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I have a friend who actually knows how to work all the functions on his Ironman watch – you know, the timer, the split-lap timer, the alarm, the countdown timer. I don’t know if it’s an obsession with him, or simply something he does to keep himself amused, but he times everything. He can tell you how long it takes his coffeepot to finish making coffee and how long a particular traffic light stays red.


Perhaps with his example in mind, I’ve recently started looking at how long certain tasks take – especially the ones I don’t really want to do. Not being as familiar with my (much less fancy) watch’s functions, I take the cruder approach of simply writing down when I start something, and then noting when it’s done.

It turns out, somewhat to my embarrassment, that I’ve been spending far more time debating with myself over whether to do these tasks than it actually takes to complete them once I get moving. For instance, my grumbling over the cat fur on the floor may last for days before I finally drag out the vacuum cleaner and spend eight minutes – eight minutes! – vacuuming the house. Mowing the lawn? Fifteen minutes apiece front and back, with another fifteen minutes each if I edge and weed-whack.


Suddenly, my productivity horizons have opened wide. Why am I pouring my valuable energy into procrastination and complaints, if it truly only takes a few minutes to do what I’m fussing about?


As a nation, we are working longer and longer hours and – predictably enough – accomplishing less and less. Work-life balance is suddenly important enough that multi-million-dollar corporations are hiring external consultants and trainers to conduct work-life studies and workshops, and featuring the results on the human-resources pages of their websites. Time management and personal productivity are long past being trendy; they’ve become so ingrained in corporate culture that they’re clichés. And as a nation, we continue struggling with overwhelm, stress, and guilt – guilt that we’re not doing enough for our families or our careers, never mind how and if we’re taking care of ourselves.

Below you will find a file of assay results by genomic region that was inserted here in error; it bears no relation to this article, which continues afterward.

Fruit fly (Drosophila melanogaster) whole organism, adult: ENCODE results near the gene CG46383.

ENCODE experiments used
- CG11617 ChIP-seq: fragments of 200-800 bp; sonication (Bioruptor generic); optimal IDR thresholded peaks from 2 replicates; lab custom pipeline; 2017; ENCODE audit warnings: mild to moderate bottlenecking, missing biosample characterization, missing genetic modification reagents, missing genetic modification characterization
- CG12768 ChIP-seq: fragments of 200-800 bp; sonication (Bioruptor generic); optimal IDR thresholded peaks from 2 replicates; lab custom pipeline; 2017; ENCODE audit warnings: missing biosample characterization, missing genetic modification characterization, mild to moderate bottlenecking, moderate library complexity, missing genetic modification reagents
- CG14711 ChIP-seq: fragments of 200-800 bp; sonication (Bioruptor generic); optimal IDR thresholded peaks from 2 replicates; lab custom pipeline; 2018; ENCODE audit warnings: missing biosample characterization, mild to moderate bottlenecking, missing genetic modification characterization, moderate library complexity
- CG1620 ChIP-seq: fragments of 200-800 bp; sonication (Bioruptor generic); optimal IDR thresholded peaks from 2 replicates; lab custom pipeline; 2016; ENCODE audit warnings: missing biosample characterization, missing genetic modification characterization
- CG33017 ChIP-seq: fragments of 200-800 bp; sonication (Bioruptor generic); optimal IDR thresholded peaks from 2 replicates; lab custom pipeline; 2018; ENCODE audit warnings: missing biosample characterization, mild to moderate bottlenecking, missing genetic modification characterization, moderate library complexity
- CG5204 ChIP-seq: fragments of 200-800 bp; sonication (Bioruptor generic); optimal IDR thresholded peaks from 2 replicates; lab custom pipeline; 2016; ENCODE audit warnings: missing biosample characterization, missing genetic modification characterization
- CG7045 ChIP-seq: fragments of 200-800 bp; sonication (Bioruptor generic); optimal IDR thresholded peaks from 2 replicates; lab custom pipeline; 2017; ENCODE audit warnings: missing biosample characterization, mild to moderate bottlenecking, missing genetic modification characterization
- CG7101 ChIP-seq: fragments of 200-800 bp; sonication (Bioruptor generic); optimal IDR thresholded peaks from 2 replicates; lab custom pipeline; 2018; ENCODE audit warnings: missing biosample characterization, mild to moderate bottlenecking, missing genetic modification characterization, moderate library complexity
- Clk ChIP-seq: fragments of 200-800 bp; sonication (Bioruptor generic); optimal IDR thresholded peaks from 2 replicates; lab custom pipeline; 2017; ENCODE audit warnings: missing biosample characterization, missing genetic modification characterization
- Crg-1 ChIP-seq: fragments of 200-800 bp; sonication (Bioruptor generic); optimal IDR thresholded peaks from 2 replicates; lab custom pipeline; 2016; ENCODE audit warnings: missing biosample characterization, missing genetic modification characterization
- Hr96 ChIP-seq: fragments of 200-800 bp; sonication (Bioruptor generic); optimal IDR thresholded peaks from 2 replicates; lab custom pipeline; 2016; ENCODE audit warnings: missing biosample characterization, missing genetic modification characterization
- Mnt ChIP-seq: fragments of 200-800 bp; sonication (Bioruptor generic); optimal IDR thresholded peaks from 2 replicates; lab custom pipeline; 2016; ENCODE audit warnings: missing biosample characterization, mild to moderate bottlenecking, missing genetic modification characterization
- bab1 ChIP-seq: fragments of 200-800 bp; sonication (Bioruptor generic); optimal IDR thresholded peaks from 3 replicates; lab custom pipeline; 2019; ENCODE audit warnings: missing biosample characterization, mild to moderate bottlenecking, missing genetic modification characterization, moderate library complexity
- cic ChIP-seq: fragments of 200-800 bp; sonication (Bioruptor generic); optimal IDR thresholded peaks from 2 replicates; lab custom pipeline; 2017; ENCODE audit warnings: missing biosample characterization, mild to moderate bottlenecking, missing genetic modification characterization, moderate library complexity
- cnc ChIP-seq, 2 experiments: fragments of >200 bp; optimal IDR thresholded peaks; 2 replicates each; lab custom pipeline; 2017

We all have a different tolerance for the level of overwhelm we can handle. I’m certainly not suggesting that overwhelm would vanish if we eliminated procrastination and grumbling (if that were even possible!). And I’m well aware that a certain amount of procrastination is simply part of the creative process.


I do wonder, though, how much productivity is being poured into avoidance rather than accomplishment. I know I’m certainly taking a closer look at how I’m spending my time, especially on those days when my to-do list seems to be multiplying alarmingly. And I challenge you to examine your day and ask yourself the simple question: What one thing can I do right now that will bring me closer to my goal?


Then do it! (And let me know how long it takes!)


“Action is at bottom a swinging and flailing of the arms to regain one’s balance and keep afloat.” Eric Hoffer, 1902 – 1983; American longshoreman, philosopher, and author.



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